Unsicht-Bar: Berlin

Dinner at unsicht-Bar, Berlin

Exactly a fortnight ago, myself  and Niall went through one of the more unforgettable food experiences we’re likely to enjoy on our culinary travels together.

Upon recommendations from a reliable source on Twitter, we made a reservation for the unsicht-Bar Berlin before travelling to the capital city for the Berlin Festival 2010.

I’d read about the “blind” restaurants in London and Paris, and for quite some time have had them on my (ever growing) list of  food places to try out before I go to the Big Cheese Shop in the sky.  Or wherever.

These restaurants are referred to as “blind” restaurants because a) customers eat in the pitch dark and b) the waiters are often visually impaired if not completely blind.

The idea behind unsicht-Bar – “unsicht” being an apparently untranslatable pun on the words invisible and bar – and the other restaurants like it is that the visual sense is the one that most of us  depend on the most for our day to day experience and giving customers the opportunity to remove that sense over dinner could lead to an awakening of other senses.

So, here’s what happened…

As you walk through the front doors of the restaurant, you arrive in a long and dimly-lit bar wherein a number of (non-visually impaired) waiters and waitresses take your coats and show you the menu.

There are five menus to choose from: Poultry, Beef, Lamb, Vegetarian and The Surprise Menu, all of them rather elusively written so as not to give away what exactly you will be eating once you get in the dark.  For example, instead of saying:

Basil filled corn-fed chicken breast

on a roasted vegetables and tomato sauce

with spaghetti

it says:

The feathered animal gilded in a pan

spurs on the vegetable in Italian manner

and dances on the roof of the mouth


So, once we’d given our food and drink orders – I went for the Poultry menu and Niall went for the Surprise menu – we were introduced to our waiter Marcus in the bar next to a very, very dark looking hallway.  Marcus, who seemed to be at least partially and perhaps almost completely blind, then instructed Niall to grab on to his shoulders and for me to grab on to Niall’s, so that we formed an orderly queue.  Quite swiftly, Marcus plunged us into the dark.  Here’s what we saw.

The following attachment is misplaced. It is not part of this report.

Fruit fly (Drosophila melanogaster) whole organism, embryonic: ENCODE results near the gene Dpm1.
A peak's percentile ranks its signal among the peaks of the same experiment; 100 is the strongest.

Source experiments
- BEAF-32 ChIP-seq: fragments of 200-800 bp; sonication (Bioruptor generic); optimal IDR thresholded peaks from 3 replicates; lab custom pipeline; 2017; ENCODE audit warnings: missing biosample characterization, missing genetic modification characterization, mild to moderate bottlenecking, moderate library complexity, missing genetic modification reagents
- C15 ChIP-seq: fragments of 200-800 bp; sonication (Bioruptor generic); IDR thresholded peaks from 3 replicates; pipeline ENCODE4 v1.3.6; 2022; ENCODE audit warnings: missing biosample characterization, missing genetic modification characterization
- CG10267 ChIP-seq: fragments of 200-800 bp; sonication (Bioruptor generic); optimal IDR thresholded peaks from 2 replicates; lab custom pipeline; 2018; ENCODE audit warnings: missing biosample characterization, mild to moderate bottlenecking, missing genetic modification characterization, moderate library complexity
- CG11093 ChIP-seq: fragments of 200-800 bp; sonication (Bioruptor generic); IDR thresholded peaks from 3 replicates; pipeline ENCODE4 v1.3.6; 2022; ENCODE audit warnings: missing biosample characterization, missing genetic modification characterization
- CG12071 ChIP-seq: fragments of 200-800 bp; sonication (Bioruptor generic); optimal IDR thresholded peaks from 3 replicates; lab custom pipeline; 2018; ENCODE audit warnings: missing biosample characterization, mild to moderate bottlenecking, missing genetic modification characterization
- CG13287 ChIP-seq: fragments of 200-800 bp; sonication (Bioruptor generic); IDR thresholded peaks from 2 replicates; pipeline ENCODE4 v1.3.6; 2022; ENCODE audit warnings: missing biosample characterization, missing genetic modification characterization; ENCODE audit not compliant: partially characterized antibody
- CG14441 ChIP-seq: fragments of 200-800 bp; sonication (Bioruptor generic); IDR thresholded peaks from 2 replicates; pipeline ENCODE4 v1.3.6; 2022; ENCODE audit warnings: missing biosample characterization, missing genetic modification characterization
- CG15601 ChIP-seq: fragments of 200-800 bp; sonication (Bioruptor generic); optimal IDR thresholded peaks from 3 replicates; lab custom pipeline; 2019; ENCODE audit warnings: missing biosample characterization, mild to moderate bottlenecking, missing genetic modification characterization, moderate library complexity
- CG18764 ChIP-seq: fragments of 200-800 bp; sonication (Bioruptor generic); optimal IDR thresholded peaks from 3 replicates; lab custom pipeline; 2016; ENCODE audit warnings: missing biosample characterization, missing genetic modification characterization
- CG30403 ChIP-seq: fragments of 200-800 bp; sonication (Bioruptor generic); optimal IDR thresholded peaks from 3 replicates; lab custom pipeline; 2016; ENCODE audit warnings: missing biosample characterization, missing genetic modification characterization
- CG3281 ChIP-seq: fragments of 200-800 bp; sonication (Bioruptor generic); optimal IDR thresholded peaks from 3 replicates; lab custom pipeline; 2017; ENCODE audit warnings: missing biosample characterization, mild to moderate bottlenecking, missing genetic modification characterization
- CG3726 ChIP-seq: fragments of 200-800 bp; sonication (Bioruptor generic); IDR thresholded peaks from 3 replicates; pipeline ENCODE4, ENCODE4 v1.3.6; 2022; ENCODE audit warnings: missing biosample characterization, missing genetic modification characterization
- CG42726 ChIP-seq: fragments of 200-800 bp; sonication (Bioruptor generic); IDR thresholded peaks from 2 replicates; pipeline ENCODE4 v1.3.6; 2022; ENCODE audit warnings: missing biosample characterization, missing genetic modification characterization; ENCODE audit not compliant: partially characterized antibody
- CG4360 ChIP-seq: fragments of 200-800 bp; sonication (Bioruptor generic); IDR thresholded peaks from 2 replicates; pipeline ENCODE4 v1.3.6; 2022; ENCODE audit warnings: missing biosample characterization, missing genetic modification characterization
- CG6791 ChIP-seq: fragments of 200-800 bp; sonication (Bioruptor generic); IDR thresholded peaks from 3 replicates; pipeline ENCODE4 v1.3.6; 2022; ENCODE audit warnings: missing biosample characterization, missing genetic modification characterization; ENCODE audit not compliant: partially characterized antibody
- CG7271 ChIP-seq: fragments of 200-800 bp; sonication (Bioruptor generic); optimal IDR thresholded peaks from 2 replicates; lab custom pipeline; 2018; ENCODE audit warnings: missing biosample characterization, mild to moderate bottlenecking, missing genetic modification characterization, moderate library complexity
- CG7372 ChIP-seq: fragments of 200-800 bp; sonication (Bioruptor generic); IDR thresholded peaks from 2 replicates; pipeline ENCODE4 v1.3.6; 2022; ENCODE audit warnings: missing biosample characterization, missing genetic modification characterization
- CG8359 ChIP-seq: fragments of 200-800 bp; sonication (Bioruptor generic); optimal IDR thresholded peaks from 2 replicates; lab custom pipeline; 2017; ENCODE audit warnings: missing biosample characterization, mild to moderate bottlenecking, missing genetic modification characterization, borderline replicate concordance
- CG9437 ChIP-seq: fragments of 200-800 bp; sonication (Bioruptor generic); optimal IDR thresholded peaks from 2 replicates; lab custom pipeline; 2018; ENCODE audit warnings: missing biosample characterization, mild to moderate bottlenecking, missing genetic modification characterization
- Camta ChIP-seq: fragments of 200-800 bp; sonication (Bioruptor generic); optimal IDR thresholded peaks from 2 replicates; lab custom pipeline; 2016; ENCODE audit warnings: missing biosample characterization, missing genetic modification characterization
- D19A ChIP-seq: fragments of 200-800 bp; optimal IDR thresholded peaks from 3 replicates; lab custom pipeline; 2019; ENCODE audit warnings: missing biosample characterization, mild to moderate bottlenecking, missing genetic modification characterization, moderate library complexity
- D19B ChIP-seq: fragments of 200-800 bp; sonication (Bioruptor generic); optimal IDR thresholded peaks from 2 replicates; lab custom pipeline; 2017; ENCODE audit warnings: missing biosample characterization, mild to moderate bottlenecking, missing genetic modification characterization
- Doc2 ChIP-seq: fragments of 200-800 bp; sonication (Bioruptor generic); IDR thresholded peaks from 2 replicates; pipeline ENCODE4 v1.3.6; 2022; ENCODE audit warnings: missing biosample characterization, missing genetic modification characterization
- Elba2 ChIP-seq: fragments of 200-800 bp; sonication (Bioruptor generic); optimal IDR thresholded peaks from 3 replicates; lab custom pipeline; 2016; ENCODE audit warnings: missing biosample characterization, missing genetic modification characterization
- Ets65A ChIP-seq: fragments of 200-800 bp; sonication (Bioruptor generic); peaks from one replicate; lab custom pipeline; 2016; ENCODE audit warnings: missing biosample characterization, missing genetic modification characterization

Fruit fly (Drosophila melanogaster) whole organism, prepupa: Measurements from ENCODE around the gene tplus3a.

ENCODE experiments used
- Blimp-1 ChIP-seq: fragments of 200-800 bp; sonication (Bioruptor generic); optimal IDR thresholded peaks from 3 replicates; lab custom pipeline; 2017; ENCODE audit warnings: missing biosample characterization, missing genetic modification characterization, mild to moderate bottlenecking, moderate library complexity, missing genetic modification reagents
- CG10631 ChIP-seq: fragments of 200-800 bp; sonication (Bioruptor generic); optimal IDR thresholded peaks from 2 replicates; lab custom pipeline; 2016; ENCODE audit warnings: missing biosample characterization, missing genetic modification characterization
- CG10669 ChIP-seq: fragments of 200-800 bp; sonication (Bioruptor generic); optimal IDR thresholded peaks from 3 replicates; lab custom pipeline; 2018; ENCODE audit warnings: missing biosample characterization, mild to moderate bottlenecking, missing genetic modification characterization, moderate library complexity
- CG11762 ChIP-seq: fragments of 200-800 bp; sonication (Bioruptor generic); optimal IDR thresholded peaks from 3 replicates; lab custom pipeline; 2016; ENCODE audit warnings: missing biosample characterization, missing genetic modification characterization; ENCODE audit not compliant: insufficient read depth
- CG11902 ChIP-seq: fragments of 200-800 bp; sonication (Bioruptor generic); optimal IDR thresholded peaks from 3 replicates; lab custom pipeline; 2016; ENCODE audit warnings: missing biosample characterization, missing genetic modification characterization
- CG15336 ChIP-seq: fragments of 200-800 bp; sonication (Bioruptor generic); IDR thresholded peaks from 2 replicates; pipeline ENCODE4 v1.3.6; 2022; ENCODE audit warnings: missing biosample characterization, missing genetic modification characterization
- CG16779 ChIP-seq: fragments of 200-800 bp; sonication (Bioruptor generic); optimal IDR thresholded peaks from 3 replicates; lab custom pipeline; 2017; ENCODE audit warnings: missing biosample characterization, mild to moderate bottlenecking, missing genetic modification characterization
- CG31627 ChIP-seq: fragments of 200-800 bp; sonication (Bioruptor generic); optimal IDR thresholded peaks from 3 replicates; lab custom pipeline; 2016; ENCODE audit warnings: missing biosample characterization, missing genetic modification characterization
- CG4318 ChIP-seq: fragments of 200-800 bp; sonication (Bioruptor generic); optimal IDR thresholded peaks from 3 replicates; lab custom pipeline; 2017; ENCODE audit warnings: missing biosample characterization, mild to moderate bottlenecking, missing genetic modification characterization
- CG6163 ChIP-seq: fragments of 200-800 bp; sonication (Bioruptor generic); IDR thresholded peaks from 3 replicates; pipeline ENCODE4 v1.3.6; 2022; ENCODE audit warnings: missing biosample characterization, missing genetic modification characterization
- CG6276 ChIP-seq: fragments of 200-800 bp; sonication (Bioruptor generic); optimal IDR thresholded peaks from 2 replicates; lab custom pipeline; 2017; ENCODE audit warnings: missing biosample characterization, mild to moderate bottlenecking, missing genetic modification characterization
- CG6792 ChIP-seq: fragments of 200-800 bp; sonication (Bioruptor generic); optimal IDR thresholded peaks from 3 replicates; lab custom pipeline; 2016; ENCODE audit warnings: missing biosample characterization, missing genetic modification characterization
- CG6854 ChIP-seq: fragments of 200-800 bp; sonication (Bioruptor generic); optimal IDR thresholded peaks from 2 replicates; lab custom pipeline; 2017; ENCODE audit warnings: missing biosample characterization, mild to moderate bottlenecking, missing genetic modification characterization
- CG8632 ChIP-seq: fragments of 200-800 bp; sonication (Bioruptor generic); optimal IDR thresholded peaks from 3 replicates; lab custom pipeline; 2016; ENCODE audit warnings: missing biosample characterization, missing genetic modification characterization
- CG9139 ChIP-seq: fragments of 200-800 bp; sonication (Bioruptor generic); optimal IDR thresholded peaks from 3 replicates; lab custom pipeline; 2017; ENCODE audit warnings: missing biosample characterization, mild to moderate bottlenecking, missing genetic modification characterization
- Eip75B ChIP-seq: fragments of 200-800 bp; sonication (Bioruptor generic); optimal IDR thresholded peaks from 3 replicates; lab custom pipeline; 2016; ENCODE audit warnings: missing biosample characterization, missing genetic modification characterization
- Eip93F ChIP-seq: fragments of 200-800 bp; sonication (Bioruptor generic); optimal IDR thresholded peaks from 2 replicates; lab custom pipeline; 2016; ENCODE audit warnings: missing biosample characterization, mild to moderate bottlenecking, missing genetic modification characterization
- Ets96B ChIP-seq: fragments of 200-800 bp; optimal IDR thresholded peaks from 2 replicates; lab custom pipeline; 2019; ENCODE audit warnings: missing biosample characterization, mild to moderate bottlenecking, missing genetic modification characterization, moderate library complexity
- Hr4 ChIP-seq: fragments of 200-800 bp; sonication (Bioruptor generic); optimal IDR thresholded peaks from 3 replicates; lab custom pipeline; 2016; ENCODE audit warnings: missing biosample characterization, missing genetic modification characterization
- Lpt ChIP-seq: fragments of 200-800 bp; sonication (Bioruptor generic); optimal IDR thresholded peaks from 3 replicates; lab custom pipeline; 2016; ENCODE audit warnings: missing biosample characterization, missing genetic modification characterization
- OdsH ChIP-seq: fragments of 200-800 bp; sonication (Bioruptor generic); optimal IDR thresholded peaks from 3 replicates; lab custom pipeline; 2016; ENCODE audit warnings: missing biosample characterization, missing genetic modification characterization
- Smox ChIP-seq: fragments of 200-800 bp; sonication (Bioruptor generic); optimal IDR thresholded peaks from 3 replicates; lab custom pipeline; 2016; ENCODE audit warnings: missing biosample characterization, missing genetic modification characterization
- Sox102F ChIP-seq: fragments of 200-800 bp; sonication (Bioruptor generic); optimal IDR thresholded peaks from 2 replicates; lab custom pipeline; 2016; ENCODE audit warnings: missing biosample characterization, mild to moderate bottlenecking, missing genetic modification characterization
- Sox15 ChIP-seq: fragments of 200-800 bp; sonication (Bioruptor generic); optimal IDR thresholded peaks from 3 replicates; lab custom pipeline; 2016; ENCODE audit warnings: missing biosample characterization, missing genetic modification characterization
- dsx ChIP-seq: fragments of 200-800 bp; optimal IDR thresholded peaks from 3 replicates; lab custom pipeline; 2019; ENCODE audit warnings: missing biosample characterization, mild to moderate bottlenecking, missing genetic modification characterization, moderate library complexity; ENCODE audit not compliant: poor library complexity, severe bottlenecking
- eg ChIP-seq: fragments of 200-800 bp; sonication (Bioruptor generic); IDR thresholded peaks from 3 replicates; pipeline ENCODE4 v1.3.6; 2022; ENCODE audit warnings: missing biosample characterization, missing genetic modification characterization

Inside the unsicht-Bar

I don’t believe I’ve ever really experienced such a dark darkness.  Marcus led us around what seemed like a winding hallway until we arrived in what definitely sounded like a dining room.  I had been worried – being afraid of the dark, ahem – that I would get a little freaked out.  Instead, my reaction was one of hysterical giggles.  Nervous giggles I suppose.

Marcus guided us to our table and literally sat us in our chairs.  He then took our hands and showed us where everything was on the table, including each others’ hands in case we needed to give each other a squeeze of reassurance throughout the meal!  Which we did.  He came over to us with our wine and water and helped us to find where our glasses were, before leaving us be after giving a soothing speech about how we could just call if we needed anything.

It was incredible to us that we couldn’t see ANYTHING.  But we soon began to adapt in different ways, like being aware of people around us – and there seemed to be quite a lot – and being able to pour our drinks without any major spillages.

Our starters came and we had the most glorious fun trying to decide what exactly we were eating, as well as trying to get a full forkful of food into our mouths in the dark.  My palate seems to be a little weak without my eyes.  It turned out that what I thought was a tomato was actually a melon.  Yeesh!

Our starters at unsicht-Bar

Delightfully, at the end of the three or four course meal, you are given the chance to read the menus once back in the bright bar.  Which leads to a lot of “Aha”s and “Ahhh”s after the meal.